Mongolia, the Tangut country, and the solitudes of northern Tibet. Volume 1/The Gandjur or Kanjur: the Sacred Literature of Tibet

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THE GANDJUR OR KANJUR. THE SACRED LITERATURE OF ТIBЕТ.

P. 211.

The collection of sacred books—the Tibetan Bible, is entitled Kanjur, i.e. Translation of the Word (of Buddha). It was translated entirely from Sanskrit originals in the eighth and ninth centuries, when the canon was closed. It consists of 100 volumes, in some editions extending to 108 vols.—oblong folios of separate leaves, 400-700 in each volume, unbound, placed between two rough boards, and fastened with a rude strap and buckle. The Kanjur contains not less than 1083 distinct works, which relate to the teachings of Buddha, and which were set down by three of his disciples, and after certain revisions formed into the present codex. It is divided into seven parts, each containing several volumes.

In addition to this great compilation—the Bible of the Lama hierarchy,—the Tibetans possess a still greater collection, called the Tanjur, i.e. Translation of Doctrine, in 225 folio volumes. This, however, is not included in the canon. It may be looked upon as a body of divinity, ethics, philosophy, grammar, logic, rhetoric, poetry, prosody, medicine, and alchemy, for the information of the Lamas. It probably corresponds to the Atthakathas of the Southern Buddhists, the Singhalese, Burmese, and Siamese—but the Tanjur is much more extensive. It consists of two divisions, printed in the rudest manner in some editions, but some beautiful manuscripts exist of parts of each. The value differs according to the ink with which the manuscript is produced; a copy in red is 108 times more precious and efficacious than one in black; in silver, 108 times more availing than one in red; in gold, 108 times more effectual than in silver.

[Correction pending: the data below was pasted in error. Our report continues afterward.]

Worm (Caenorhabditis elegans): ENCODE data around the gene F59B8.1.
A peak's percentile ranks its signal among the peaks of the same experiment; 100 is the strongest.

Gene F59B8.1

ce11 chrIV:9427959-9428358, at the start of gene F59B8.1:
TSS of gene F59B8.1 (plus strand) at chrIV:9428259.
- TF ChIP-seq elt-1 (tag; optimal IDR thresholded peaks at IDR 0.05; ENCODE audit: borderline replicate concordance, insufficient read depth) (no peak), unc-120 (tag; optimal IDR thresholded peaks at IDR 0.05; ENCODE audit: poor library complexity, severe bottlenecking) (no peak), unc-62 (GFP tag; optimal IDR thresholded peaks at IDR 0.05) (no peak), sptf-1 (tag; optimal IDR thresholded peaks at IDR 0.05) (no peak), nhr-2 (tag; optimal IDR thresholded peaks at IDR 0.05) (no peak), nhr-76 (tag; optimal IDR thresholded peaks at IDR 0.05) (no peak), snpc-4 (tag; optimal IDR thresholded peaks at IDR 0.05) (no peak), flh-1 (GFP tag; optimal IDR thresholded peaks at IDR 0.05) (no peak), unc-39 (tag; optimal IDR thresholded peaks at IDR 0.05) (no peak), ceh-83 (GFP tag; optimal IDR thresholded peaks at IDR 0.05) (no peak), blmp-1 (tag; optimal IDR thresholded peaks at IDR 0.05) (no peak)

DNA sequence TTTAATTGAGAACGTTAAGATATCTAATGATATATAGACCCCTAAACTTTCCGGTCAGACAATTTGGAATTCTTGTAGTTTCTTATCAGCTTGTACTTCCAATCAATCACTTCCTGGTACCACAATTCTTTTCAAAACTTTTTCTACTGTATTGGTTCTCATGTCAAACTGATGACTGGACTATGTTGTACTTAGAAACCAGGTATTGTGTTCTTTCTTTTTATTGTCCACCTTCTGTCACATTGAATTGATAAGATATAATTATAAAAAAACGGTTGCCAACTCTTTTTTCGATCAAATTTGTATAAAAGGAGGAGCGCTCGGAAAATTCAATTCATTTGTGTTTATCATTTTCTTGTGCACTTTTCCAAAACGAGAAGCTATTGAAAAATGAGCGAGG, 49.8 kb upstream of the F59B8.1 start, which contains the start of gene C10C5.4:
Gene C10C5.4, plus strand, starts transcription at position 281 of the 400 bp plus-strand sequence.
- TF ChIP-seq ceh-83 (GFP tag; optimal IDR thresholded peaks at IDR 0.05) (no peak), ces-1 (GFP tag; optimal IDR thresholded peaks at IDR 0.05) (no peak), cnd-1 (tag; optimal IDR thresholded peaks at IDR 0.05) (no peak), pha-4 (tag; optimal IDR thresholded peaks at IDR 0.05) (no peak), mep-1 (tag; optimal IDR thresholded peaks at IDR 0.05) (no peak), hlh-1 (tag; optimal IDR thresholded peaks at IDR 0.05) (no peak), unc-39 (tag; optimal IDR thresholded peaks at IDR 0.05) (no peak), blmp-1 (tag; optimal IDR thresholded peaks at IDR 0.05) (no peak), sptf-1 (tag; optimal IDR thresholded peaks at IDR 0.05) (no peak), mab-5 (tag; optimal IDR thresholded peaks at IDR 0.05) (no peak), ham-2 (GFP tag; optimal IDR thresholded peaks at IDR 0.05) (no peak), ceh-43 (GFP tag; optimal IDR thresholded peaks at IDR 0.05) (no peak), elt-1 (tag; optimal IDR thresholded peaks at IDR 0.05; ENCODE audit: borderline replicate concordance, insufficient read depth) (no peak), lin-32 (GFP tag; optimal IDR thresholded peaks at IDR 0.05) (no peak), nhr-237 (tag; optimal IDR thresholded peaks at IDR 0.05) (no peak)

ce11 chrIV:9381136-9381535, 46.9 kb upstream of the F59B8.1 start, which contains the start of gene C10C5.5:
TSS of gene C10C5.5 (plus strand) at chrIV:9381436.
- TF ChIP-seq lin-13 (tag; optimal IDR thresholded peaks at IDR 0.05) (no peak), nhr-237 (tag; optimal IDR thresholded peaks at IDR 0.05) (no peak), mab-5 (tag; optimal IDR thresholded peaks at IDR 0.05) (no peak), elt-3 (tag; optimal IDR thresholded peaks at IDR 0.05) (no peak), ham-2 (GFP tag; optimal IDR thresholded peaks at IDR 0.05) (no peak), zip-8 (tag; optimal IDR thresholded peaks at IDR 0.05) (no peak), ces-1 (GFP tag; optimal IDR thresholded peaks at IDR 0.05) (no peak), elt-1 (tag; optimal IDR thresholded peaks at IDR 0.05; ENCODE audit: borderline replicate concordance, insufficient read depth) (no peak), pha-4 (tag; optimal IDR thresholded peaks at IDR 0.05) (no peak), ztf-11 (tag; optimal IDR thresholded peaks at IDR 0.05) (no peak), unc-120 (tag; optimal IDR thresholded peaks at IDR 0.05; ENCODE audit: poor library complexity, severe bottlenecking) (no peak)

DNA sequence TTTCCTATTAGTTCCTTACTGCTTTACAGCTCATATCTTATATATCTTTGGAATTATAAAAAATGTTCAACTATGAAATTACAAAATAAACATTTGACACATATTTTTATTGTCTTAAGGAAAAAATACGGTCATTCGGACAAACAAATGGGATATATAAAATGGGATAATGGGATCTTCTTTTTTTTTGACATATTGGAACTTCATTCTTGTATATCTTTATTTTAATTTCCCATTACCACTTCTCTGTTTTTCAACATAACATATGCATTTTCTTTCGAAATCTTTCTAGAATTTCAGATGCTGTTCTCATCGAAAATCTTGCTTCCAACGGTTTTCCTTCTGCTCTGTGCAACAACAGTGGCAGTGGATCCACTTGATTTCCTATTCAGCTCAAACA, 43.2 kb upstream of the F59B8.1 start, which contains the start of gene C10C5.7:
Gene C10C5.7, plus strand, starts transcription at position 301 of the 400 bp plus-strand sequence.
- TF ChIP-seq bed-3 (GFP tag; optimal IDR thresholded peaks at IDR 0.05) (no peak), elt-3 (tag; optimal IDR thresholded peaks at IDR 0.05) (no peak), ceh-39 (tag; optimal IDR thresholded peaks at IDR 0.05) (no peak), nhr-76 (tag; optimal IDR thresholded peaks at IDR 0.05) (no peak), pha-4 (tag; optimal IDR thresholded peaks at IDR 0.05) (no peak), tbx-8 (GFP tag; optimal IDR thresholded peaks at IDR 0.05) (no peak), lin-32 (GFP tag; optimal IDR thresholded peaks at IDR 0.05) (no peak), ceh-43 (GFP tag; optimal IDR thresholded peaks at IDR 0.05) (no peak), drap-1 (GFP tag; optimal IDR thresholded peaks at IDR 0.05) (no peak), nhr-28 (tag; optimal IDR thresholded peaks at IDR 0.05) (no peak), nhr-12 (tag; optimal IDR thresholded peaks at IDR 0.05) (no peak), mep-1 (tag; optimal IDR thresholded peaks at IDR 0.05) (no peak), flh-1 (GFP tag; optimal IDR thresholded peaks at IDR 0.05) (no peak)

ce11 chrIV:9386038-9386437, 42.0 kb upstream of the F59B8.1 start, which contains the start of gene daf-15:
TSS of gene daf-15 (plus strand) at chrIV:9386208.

The Kanjur is found in many editions not only issued from Peking, Lhassa, Teshu Lumpo, Kunbum, and other sacred cities, but also from the presses in various monasteries.

The Tanjur is very rarely met with. It appears to have been printed for the first time in 1728-1746. Foucaux says that the collection was in existence in the beginning of the seventeenth century.

An ordinary copy of the Kanjur cost a few years ago, in Peking, 150l. The edition of the Emperor, Kien-long, was valued at 2,000 ounces of silver (600l.). M. Vassilieff paid for a copy of the Tanjur at Peking only 700 silver roubles (100l.). The Buriat tribe obtained a copy of the Kanjur for 7,000 oxen, and copies of the Kanjur and Tanjur together for 12,000 silver roubles. Complete copies of both these works are deposited in the Library of the India Office, having been given to the late Hon. East India Company by their agent, the resident in Nepaul, Mr. Brian H. Hodgson, to whom the Grand Lama presented them in appreciation of Mr. Hodgson's tolerant spirit and manner of treating with the Tibetan Buddhists.[1]

  1. See 'The Phœnix,' vol. i. p. 10, an article by the editor, the Rev. J. Summers; from which I have summarised the above particulars.—M.